1. Now you’ll add the second construct that connects the Lambda function to a new DynamoDB table. In the same lib/stream-ingestion-stack.ts file, replace the line // Next Solutions Construct goes here with the following code:
        // Define the primary key for the new DynamoDB table
        const primaryKeyAttribute: ddb.Attribute = {
          name: "partitionKey",
          type: ddb.AttributeType.STRING,
        // Define the sort key for the new DynamoDB table
        const sortKeyAttribute: ddb.Attribute = {
          name: "timestamp",
          type: ddb.AttributeType.STRING,
        const lambdaDynamoDB = new LambdaToDynamoDB(
            // Tell construct to use the Lambda function in
            // the first construct rather than deploy a new one
            existingLambdaObj: kinesisLambda.lambdaFunction,
            tablePermissions: "Write",
            dynamoTableProps: {
              partitionKey: primaryKeyAttribute,
              sortKey: sortKeyAttribute,
              billingMode: ddb.BillingMode.PROVISIONED,
              removalPolicy: cdk.RemovalPolicy.DESTROY
        // Add autoscaling
        const readScaling = lambdaDynamoDB.dynamoTable.autoScaleReadCapacity({
          minCapacity: 1,
          maxCapacity: 50,
          targetUtilizationPercent: 50,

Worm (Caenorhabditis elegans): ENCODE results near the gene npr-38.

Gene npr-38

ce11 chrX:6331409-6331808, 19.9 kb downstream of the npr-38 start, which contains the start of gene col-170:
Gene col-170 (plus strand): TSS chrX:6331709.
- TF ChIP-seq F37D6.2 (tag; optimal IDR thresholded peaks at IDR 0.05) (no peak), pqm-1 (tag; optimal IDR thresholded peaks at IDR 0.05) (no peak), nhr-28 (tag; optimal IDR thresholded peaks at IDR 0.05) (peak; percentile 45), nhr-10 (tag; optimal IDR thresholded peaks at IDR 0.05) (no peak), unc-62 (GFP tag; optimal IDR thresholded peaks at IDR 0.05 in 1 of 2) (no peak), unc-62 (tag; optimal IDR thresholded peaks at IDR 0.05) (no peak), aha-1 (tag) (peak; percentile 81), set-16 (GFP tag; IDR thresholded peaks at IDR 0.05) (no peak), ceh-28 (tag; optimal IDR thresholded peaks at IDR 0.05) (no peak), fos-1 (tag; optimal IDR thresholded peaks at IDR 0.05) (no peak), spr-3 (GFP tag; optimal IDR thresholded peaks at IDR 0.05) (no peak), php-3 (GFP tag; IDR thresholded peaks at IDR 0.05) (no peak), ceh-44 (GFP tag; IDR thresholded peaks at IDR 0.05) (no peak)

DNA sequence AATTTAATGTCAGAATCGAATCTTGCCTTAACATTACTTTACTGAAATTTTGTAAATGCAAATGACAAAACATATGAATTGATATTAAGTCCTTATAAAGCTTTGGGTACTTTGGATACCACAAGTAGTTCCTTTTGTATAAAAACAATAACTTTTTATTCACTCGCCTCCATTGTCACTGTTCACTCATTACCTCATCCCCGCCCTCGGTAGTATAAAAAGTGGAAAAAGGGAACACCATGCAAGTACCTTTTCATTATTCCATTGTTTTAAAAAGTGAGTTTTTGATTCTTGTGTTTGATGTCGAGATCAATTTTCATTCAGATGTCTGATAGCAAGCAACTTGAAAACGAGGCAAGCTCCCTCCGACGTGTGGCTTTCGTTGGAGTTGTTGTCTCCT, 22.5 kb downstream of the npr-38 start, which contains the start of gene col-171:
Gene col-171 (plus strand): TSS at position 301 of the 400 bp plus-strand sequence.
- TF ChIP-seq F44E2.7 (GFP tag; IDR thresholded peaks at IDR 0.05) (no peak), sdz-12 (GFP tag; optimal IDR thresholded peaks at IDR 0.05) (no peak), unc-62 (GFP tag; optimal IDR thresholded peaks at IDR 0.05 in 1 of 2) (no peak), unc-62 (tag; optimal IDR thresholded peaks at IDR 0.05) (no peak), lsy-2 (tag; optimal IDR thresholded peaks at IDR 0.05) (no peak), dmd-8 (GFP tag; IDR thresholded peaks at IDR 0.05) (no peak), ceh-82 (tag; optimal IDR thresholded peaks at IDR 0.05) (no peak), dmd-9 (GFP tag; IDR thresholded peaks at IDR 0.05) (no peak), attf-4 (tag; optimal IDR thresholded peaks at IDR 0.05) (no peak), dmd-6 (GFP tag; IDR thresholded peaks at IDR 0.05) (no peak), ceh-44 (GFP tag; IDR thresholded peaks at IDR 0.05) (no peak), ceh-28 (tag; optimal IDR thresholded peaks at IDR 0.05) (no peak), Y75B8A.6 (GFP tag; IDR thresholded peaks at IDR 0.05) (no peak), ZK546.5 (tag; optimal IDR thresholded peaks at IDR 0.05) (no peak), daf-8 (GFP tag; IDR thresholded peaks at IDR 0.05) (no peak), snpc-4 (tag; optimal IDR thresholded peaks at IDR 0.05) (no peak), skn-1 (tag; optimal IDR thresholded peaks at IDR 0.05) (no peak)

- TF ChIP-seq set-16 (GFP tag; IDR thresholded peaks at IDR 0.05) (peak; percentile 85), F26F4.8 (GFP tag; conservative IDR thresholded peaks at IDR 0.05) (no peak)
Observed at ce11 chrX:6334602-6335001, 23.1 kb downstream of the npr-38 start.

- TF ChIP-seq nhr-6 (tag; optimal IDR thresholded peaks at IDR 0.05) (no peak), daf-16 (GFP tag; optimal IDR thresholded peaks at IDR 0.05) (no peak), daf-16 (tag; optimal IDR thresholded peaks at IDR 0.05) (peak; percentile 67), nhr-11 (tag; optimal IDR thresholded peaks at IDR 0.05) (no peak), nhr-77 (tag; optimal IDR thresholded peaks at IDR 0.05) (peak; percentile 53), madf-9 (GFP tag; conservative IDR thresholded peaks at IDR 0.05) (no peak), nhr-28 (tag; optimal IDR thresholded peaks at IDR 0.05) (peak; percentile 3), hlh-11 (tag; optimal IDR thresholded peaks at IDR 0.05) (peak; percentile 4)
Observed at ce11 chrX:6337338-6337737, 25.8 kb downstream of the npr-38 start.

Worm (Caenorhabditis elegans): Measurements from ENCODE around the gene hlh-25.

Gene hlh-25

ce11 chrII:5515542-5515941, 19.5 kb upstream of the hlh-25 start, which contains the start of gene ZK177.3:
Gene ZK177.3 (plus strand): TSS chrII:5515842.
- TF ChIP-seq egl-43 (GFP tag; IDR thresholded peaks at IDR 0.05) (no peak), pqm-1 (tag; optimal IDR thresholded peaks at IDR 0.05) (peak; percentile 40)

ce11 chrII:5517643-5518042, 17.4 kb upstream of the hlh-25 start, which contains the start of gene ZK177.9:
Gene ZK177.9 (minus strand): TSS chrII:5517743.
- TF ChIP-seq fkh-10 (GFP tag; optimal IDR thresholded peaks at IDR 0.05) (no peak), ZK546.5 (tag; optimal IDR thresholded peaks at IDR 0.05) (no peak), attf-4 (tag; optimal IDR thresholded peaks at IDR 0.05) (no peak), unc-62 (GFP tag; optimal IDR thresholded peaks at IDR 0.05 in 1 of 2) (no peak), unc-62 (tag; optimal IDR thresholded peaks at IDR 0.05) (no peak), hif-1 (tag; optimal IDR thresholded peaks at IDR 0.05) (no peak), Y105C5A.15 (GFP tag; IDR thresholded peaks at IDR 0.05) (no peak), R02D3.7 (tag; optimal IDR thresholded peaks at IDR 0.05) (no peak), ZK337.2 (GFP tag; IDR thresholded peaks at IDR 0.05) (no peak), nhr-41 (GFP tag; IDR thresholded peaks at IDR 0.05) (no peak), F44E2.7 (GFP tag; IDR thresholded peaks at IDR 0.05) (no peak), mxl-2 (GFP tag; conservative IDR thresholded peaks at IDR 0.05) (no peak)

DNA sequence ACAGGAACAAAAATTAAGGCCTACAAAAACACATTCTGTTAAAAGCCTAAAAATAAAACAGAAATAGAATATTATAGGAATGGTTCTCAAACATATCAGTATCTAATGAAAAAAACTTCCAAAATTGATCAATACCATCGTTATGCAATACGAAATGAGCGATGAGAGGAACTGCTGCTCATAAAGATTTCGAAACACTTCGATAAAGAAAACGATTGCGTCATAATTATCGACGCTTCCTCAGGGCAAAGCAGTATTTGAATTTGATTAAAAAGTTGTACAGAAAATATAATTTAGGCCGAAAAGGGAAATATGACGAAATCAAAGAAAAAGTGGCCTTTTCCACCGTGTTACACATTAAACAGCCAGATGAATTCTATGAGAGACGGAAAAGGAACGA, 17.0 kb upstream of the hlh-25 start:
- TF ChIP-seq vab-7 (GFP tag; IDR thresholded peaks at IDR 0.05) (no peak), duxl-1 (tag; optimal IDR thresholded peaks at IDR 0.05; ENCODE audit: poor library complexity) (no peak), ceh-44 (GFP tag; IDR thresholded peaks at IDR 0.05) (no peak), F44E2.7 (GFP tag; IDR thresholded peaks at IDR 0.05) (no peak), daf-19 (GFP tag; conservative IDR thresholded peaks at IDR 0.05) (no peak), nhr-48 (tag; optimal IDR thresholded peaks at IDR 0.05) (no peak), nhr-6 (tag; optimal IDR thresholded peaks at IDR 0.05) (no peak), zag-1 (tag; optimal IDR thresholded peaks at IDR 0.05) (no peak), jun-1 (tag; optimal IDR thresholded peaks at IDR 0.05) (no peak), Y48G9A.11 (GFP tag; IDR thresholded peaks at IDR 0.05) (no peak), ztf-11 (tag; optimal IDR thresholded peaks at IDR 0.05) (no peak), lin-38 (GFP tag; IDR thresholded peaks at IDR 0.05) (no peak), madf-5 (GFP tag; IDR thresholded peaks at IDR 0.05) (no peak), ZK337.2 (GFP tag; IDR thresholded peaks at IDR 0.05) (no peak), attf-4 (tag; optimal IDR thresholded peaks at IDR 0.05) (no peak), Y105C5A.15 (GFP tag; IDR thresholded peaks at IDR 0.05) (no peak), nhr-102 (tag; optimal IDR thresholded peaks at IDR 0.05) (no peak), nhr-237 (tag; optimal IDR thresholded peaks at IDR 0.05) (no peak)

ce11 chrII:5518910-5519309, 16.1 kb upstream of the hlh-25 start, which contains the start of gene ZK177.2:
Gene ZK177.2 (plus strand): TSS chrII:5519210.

Let’s explore this code:

    • The first two const objects define the names and types for the partition key and sort key of the DynamoDB table.
    • The LambdaToDynamoDB construct instantiated creates a new DynamoDB table and grants access to your Lambda function. The key to this call is the properties object you pass in the third argument.
      • The first property sent to LambdaToDynamoDB is existingLambdaObj – by setting this value to the Lambda function created by KinesisStreamsToLambda, you’re telling the construct to not create a new Lambda function, but to grant the Lambda function in the other Solutions Construct access to the DynamoDB table. This illustrates how you can chain many Solutions Constructs together to create complex architectures.
      • The second property sent to LambdaToDynamoDB tells the construct to limit the Lambda function’s access to the table to write only.
      • The third property sent to LambdaToDynamoDB is actually a full properties object defining the DynamoDB table. It provides the two attribute definitions you created earlier as well as the billing mode. It also sets the RemovalPolicy to DESTROY. This policy setting ensures that the table is deleted when you delete this stack – in most cases you should accept the default setting to protect your data.
    • The last two lines of code show how you can use statements to modify a construct outside the constructor. In this case we set up auto scaling on the new DynamoDB table, which we can access with the dynamoTable property on the construct we just instantiated.

    That’s all it takes to create the all resources to deploy your architecture.

    1. Save all the files, then compile the Typescript into a CDK program using this command:

    npm run build

    1. Finally, launch the stack using this command:

    cdk deploy

    (Enter “y” in response to Do you wish to deploy all these changes (y/n)?)

    You will see some warnings where you override CDK default values. Because you are doing this intentionally you may disregard these, but it’s always a good idea to review these warnings when they occur.